Splitting the list?

Jukka Laari jlaari at tukki.jyu.fi
Wed Nov 16 11:21:59 MST 1994

First of all - the style: "sharp language of classics" was mainly aimed at
some public person (politician, ideologist etc). They're about to handle
it. But in some discussion group the situation is radically different. It
isn't argumentation (nor discussion) anymore when one is hitted by a
series of insults. Insulting isn't the way to express disagreement in
marxist circles. Well, at least that's my personal wish.

Secondly, Louis Proyect wrote that "subdividing the list into topics or
interest groups might be productive and worth experimenting with." Sure,
at least that slow reading group on some classic text of Marx would be
very interesting and productive. But then...

What is marxism, anyway? It isn't a science, so it doesn't have same
rules and norms as the sciences do have. Marxism is more sort of
philosophy aiming to provide us general philosophical principles of human
reality (sort of what its like -explanations) and some ethical principles
according which to change our reality. These principles of course do
change every now and then, according our human reality.

Now, if the marxism-list would be divided into a group of special
interest lists, then what's left of marxism as sort of general discursive
process? How the (specially marxist) political will will be structured,
if there's no general theoretico-political discussion?

Soviets knew very well that one has to know a bit of everything (besides
one's own special knowledge). So they (I mean scholars, researchers,
scientists, academics, intellectuals) had quite extensive Bildung. (What's
that in English? Education+ethics+morals?) And that's something to
esteem. So, as much I've disliked good old Soviet marxism
(marxism-leninism) because of its intellectual dishonesty and dogmatism,
I've esteemed the strategy of Bildung it spreaded. There's lot to learn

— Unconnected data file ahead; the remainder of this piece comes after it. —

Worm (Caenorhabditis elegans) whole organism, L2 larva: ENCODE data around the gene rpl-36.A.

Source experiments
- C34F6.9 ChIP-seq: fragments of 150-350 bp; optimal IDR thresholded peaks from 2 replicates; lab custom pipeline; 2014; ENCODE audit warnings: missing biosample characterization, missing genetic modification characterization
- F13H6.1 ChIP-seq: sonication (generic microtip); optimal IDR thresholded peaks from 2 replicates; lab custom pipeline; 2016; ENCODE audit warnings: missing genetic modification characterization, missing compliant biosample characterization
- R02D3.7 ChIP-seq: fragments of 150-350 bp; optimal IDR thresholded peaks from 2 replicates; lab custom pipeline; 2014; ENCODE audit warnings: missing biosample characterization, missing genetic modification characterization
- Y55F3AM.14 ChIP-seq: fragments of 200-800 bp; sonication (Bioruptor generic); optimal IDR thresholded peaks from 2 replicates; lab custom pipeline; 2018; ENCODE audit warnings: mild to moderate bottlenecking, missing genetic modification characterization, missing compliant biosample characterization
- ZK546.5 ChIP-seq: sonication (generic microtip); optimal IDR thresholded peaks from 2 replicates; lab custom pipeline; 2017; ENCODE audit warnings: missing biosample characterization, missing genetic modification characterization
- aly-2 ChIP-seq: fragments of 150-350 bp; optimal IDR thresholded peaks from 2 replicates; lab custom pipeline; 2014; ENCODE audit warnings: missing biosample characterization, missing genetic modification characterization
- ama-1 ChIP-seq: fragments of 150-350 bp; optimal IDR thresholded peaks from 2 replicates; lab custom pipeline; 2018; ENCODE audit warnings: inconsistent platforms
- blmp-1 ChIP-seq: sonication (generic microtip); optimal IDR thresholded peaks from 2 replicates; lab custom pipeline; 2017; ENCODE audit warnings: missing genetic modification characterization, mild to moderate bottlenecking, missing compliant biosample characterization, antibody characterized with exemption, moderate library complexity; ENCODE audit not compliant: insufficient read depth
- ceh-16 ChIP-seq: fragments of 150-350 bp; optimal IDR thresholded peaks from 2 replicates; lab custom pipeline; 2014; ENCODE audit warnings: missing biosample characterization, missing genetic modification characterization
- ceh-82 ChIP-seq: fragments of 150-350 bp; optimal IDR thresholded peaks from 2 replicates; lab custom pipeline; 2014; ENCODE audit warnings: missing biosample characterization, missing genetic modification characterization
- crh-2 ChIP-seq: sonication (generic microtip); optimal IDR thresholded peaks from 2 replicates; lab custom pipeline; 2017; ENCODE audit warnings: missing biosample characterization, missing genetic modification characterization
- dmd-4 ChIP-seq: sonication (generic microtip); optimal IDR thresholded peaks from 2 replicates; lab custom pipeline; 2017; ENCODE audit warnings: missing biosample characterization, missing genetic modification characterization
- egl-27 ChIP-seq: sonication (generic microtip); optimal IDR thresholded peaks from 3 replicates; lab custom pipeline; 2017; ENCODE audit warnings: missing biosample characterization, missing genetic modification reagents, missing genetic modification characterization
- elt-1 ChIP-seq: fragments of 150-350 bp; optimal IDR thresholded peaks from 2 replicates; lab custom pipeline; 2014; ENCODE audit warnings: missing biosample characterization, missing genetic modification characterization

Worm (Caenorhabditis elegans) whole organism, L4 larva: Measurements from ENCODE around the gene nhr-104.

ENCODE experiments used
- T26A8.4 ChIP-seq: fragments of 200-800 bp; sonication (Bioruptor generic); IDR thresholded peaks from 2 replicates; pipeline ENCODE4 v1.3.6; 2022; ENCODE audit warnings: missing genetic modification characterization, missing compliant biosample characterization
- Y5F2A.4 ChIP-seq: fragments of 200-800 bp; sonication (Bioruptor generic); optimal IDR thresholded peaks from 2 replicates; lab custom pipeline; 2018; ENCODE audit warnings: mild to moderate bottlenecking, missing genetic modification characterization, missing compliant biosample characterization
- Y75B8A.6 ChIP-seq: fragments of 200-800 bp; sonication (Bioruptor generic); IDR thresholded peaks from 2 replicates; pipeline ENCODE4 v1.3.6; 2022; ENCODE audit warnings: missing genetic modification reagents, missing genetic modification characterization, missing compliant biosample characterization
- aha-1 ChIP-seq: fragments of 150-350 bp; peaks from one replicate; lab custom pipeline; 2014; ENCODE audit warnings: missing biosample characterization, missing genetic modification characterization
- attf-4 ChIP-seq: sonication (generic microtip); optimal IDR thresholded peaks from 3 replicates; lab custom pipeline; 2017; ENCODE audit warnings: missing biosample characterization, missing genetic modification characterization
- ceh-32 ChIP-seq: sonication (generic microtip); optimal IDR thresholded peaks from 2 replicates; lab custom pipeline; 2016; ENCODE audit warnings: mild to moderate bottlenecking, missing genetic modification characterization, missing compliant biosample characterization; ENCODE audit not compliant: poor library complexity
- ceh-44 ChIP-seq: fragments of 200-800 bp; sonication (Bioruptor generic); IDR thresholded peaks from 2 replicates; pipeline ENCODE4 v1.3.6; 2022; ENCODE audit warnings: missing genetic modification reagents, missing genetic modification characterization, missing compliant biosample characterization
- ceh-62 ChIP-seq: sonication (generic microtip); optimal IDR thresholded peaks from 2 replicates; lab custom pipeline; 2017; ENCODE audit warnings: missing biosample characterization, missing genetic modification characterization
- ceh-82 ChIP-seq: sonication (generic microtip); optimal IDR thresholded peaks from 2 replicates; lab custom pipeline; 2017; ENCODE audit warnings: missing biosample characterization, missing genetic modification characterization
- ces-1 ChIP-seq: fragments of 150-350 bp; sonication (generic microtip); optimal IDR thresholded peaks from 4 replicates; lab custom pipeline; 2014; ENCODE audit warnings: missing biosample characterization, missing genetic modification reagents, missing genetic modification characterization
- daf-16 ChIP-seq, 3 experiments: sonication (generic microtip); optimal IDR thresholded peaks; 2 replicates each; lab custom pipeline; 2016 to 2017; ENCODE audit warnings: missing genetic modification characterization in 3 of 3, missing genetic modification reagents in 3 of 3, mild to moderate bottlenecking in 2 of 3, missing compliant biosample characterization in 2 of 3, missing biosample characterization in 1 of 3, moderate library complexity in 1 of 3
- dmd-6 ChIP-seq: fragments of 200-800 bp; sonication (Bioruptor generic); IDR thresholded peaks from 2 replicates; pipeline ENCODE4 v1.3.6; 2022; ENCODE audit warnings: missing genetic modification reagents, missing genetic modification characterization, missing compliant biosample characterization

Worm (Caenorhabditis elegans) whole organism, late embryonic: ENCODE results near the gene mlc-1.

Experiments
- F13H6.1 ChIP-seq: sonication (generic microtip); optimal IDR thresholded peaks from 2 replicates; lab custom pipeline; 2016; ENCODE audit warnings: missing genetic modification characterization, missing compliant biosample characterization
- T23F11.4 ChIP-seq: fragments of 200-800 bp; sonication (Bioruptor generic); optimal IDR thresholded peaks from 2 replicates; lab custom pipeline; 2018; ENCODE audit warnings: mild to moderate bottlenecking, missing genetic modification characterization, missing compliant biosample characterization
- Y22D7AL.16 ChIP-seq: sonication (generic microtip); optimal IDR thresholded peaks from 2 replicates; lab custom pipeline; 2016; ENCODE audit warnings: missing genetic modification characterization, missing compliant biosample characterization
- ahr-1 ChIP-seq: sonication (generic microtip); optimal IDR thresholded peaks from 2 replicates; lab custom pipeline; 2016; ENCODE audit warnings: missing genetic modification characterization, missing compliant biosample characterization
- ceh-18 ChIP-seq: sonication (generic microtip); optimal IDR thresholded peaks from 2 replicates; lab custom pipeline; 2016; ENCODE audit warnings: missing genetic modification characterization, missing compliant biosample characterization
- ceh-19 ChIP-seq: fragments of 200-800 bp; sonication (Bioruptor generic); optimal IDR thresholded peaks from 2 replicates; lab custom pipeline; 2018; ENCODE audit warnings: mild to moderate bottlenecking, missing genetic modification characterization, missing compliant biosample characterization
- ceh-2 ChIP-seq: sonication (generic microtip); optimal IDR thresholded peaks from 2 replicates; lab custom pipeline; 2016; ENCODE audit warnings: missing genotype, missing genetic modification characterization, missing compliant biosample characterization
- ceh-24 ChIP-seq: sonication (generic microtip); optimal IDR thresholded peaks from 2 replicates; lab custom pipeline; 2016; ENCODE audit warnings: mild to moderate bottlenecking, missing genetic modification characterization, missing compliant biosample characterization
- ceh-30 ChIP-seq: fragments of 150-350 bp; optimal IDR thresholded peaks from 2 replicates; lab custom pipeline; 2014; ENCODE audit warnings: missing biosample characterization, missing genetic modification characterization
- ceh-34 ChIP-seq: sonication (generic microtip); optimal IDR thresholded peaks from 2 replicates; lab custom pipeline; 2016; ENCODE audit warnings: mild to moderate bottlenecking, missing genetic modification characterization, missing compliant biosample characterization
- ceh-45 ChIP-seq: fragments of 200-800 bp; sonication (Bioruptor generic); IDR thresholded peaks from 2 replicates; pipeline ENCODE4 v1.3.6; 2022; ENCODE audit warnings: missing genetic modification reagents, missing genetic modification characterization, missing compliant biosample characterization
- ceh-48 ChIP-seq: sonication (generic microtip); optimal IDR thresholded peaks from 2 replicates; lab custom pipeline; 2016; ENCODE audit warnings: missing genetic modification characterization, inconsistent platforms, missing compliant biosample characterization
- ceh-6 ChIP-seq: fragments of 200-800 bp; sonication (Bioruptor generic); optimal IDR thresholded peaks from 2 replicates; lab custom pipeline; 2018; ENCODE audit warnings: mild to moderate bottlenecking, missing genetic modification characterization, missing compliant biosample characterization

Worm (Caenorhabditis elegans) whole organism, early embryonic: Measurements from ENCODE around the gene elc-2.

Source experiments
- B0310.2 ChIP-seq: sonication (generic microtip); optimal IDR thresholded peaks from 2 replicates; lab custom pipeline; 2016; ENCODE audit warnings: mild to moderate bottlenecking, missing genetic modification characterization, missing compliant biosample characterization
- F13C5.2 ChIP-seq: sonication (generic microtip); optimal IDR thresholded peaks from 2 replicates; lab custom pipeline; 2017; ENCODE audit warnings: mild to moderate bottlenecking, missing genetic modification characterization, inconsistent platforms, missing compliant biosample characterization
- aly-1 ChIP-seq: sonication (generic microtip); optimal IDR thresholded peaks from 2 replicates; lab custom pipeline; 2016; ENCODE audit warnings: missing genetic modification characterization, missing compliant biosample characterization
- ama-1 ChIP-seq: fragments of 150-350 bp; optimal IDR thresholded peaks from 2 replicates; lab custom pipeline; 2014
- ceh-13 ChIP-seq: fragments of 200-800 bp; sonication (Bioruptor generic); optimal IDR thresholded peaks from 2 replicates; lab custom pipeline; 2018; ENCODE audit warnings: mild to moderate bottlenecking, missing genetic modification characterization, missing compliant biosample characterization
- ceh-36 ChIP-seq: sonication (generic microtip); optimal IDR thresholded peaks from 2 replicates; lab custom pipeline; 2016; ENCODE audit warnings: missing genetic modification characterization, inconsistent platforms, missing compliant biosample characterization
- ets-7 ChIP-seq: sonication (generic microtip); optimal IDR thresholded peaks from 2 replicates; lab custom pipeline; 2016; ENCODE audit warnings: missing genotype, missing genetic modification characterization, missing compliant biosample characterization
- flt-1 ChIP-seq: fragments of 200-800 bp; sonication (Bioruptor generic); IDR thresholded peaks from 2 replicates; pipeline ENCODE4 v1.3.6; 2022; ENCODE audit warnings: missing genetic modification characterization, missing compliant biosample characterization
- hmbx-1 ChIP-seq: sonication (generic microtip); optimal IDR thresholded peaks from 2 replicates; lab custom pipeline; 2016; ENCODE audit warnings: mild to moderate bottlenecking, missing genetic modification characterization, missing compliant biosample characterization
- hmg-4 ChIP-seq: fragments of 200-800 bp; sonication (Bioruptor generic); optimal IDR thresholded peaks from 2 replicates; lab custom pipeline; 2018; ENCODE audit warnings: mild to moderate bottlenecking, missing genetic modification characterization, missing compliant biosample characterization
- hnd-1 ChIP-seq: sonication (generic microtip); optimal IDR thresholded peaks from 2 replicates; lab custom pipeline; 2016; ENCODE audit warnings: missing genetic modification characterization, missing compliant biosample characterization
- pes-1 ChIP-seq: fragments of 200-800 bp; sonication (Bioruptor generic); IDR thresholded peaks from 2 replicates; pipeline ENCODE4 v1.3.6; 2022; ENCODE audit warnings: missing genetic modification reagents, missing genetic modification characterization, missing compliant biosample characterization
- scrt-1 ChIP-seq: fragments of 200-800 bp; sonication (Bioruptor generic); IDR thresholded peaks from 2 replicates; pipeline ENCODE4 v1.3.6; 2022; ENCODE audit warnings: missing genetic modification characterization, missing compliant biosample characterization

in it, I believe.

If marxism-list would be divided for example for cultural analysts,
economists, historians, philosophers, politologists and sociologists,
then we will narrow our intellectual interests and our field of vision

Let's face it: among others, economists and sociologists were unable to
handle the fall of Soviet empire - we failed to grasp what was going on
in the 1980s.

(Personally I'm not very interested in the problems of economists - I
like to believe that labour theory of value is sort of philosophical
premise that doesn't have to be proved empirically valid or true: there
are conceptions that show us the way, but that can't be tested in their
own discourse or context - but I would consider myself very uncivilized
if I haven't read the basic writings of Marx on the critique of political

I'd say, that in the theory and analysis of ideology as well as in the
cultural studies/analysis there are dimensions that ought to be known
and understood by all of us who consider themselves as marxists. (That's
one lesson of so-called post-structuralism/modernism.) There ain't no way
of going back to 19th century: we can't understand our world with
conceptual tools that do not know anything about, for example, modern
electronic media or, say, "psychic dynamism" taught us by psychoanalysis.

The good old problem is still with us: how to explain the fact that
people are acting against their own "objective interests"?

Oh, now I have to cut my crap. Hopefully that was sensible and

Hope I can read your discussion on LTV and Lenin and Kautsky in the next
year, too, without subscribing to half a dozen lists.

Jukka Laari


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